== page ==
Pioneers of the Harbour

By Peter G. Budnick

With the decline of cargo traffic in Toronto Harbour, an extensive array of tour and party boats began to crowd the dockage space, along the waterfront. A pioneer of this new marine industry is a remarkable, “bigger than life”, marine architect, affectionately known to his friends as “Captain Nasty Norm” Rogers. Working Toronto harbour, in marine taxi and salvage operations, the Rogers family had a dramatic change in direction, when Norm, noticed a “derelict hull”, about to be broken up as scrap, in Hamilton harbour. His imagination turned this rusty steel hull, into the “Dream”. He borrowed ten thousand dollars and purchased this floating pile of scrap metal, moved it to Toronto, and…

In 1950, She was sold to the Great Lakes Paper Company, of Thunder Bay, towing logs and barges on Lake Superior. After twenty years of such service her steam boilers became too expensive to maintain, and she was relegated to the scrap dealer in Hamilton harbour.

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It took over five years for “The Dream” to rise up from a rusty hull into the magnificent three mast schooner, the “Empire Sandy”, is today. On completion of her transformation, new challenges confronted the Rogers family. Licensing and regulatory bodies, had to be accommodated, to permit this novelty to work Toronto’s harbour. The diesels are essential to permit leaving dockage, before sails could be unfurled to the winds of the lake. Approval of her diesels was delayed by “Nasty Norm’s” disputes with the authorities, as to whether the Empire Sandy was a sailing vessel or a diesel ship.

Norm entered into the fray with characteristic zeal and innovation. He immediately purchased a former police boat and made it the “Empire Sandy’s” tug. Naming this tug, “INSANITY”, Nasty Norm would satisfy the requirements of announcing, any ship leaving the harbour, under tow, by dramatically declaring on the ship’s radio, that “In..sa..ni..ty is taking the Empire Sandy out of Toronto harbour.” The dispute over the diesels was soon resolved and the “Dream” embarked on her new glamorous career, on the oceans and lakes of the world.

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Success began to bless the Empire Sandy and permitted the Rogers family to expand their enterprise. Two new ships were acquired, refurbished and put to work as “The Wayward Princess”, and “The River Gambler”. Eric Rogers, a marine engineer, together with his father, established Toronto Dry Dock; the only privately owned dry dock in the region capable of handling vessels such as Island Ferries and Toronto’s Fire Boat.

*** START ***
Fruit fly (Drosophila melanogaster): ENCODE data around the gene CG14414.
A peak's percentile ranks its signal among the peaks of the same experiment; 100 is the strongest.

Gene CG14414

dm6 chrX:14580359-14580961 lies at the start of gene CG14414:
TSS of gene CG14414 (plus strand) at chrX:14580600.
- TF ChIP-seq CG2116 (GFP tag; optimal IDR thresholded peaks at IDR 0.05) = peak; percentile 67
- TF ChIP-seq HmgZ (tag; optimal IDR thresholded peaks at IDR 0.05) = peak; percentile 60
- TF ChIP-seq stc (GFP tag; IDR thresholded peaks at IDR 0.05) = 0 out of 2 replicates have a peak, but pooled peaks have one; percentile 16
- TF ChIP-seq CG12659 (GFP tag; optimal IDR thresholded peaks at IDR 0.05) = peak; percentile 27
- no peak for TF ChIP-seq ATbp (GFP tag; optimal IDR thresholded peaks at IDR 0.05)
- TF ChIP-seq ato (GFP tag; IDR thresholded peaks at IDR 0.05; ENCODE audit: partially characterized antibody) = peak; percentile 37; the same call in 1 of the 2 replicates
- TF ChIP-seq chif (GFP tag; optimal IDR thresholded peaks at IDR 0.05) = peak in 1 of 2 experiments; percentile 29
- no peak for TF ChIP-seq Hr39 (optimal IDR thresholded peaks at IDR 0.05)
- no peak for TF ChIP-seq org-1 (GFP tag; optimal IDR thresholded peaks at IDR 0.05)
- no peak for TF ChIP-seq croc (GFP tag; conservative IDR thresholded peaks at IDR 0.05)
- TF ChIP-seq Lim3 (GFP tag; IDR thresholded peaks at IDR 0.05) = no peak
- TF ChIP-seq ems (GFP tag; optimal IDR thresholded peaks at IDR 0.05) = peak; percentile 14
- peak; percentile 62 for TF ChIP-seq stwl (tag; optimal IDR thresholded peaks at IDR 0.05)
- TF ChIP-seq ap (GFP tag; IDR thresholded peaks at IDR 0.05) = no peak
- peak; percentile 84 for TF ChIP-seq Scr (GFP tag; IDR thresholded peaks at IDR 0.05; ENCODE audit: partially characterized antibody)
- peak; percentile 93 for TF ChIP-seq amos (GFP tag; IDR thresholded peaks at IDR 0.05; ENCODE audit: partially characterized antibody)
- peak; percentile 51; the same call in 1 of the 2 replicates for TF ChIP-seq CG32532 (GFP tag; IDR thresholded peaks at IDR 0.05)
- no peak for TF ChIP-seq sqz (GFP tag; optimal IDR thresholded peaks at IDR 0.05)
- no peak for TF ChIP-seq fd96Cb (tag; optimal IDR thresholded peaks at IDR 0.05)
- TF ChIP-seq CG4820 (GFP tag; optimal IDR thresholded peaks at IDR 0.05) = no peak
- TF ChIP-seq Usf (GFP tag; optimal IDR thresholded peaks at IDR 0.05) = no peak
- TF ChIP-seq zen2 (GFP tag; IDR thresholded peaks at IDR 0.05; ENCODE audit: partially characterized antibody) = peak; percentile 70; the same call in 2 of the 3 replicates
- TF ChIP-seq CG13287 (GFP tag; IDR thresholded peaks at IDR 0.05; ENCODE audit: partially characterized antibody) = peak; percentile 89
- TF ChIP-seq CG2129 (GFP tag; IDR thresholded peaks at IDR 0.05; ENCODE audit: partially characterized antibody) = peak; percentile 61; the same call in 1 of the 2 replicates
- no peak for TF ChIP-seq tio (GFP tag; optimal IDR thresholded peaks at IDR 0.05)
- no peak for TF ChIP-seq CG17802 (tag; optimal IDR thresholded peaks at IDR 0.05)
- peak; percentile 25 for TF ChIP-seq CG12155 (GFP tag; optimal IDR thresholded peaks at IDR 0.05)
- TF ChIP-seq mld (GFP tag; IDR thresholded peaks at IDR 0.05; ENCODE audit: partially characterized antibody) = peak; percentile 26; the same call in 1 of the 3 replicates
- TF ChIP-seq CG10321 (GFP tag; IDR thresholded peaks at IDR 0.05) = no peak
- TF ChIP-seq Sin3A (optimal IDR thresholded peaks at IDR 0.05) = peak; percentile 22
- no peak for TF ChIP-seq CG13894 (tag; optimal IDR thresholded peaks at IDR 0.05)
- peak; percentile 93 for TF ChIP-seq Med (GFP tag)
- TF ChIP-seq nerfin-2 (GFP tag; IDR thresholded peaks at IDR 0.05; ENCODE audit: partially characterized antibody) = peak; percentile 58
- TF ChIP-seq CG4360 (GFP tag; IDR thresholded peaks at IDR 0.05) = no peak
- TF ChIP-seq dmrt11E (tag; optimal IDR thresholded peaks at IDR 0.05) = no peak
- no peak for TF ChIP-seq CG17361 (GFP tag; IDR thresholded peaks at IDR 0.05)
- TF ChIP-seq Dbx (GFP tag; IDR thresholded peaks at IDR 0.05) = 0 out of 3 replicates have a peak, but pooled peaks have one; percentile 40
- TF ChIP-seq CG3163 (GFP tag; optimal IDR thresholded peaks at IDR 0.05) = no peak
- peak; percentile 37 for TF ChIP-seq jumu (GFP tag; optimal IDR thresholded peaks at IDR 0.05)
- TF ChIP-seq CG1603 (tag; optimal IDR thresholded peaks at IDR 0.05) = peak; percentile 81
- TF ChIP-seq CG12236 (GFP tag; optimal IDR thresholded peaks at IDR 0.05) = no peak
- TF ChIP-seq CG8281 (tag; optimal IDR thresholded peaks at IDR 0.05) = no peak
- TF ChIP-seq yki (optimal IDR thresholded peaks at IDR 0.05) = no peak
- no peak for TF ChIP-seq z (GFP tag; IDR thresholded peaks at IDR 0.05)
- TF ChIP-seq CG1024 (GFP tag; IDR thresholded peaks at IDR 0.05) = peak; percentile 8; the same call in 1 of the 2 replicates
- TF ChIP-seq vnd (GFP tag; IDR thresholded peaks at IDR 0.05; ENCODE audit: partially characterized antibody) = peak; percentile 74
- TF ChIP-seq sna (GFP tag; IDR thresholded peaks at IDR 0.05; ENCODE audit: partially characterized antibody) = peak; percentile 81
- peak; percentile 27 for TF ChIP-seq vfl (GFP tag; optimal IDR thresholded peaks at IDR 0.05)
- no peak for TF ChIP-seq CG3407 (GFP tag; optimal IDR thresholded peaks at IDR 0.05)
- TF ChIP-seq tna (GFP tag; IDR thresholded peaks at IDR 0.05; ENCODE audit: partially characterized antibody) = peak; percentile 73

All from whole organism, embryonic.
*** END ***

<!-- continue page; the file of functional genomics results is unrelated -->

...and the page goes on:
Eric and his sister Kathie are fully licensed ship’s captains, capable of handling any vessels on water. The adventurous Eric Rogers also has been trained as a proficient deep-water diver. It appears, that all members of the Rogers family are talented, resourceful, very hard working and cheerfully optimistic. They are always ready to be of assistance with advice or muscle, making them a welcomed asset along the waterfront.

Winter weather did not permit the Empire Sandy to fulfill her occupation in Toronto Harbour; so, the Rogers family decided to investigate the Caribbean as an off-season venue for their schooner.

They investigated ports in the Dominican Republic, Jamaica and other islands in the region and mysteriously Captain Norm Rogers decided to drop anchor in Nassau.

For a period of years, the Empire Sandy would exit through the St. Lawrence and sail down the East coast of North America, to her dockage in the Bahamas.

A curious historical note comes to mind. In 1718, King George the first of England appointed a Captain Woodes Rogers as the first Royal Governor of Nassau. This is a remarkable occurrence since prior to this appointment; Woodes Rogers was a notorious pirate, doing what pirates do throughout the Caribbean.

It was necessary for the King of England to tempt this pirate with a “pardon” in order to activate his efforts to clean up the mess of pirates in the region of the Bahamas. Woodes Rogers a wealthy man from his looting and pillaging, thought it desirable to obtain his “pardon” and quietly retire to an estate, in England for his remaining years.

He jumped to the task with characteristic zeal. Hanging some of his former shipmates, Captain Woodes Rogers quickly made Nassau a secure part of the British Empire. A problem arose, in Woodes Rogers plan to settle in England; because, though he had the King’s pardon, he also had seventeen wives, all calling themselves Mrs. Rogers. Choosing to stay with all of his wives, the King was thus persuaded to appoint him as the Royal Governor of Nassau.

Is it not a curious coincidence that Captain “Nasty Norm Rogers” and a reformed pirate from the 18-century would both be attracted to Nassau harbour? Why is it, that in his semi-retirement Captain Norm finds the need to spend much of his time in the Caribbean? Could it be possible that the spirit of an old pirate is “in possession” of our dear Captain Norm? You know, some say there are similarities and his friends often find him to be a bit of rascal. Why would he use the moniker of “Nasty Norm”?

Fortunately, the rest of the Rogers family remains untouched by any such possession. All they are possessed of are good looks, good manners and good works.

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